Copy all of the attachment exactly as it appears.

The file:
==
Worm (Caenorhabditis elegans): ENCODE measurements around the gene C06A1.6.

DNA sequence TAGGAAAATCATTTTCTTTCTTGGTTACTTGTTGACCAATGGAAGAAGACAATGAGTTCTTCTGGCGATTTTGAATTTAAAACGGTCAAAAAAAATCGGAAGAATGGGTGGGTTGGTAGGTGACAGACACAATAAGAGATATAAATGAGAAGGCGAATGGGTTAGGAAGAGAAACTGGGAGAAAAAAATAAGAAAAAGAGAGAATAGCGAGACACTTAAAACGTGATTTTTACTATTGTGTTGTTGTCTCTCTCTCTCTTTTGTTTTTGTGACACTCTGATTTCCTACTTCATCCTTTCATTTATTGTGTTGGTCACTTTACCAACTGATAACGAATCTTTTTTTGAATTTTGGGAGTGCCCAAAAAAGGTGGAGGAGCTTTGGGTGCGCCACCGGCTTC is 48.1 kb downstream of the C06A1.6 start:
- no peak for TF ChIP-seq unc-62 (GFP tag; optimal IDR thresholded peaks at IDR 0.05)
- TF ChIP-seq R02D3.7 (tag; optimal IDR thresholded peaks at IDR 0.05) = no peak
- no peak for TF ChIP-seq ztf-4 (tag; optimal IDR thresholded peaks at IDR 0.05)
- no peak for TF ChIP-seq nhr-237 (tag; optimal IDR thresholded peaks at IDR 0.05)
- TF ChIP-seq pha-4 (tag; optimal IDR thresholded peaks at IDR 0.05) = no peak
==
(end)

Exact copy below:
Worm (Caenorhabditis elegans): ENCODE measurements around the gene C06A1.6.

DNA sequence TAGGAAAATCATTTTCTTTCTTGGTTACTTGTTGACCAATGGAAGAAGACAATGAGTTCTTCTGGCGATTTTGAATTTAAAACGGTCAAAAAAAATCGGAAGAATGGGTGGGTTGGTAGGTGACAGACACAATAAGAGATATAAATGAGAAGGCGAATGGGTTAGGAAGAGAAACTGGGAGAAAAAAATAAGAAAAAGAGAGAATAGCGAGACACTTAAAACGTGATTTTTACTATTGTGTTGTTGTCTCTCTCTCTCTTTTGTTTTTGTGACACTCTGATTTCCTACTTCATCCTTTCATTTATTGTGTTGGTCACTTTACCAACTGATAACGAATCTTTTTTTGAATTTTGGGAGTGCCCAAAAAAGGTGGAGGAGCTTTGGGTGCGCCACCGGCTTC is 48.1 kb downstream of the C06A1.6 start:
- no peak for TF ChIP-seq unc-62 (GFP tag; optimal IDR thresholded peaks at IDR 0.05)
- TF ChIP-seq R02D3.7 (tag; optimal IDR thresholded peaks at IDR 0.05) = no peak
- no peak for TF ChIP-seq ztf-4 (tag; optimal IDR thresholded peaks at IDR 0.05)
- no peak for TF ChIP-seq nhr-237 (tag; optimal IDR thresholded peaks at IDR 0.05)
- TF ChIP-seq pha-4 (tag; optimal IDR thresholded peaks at IDR 0.05) = no peak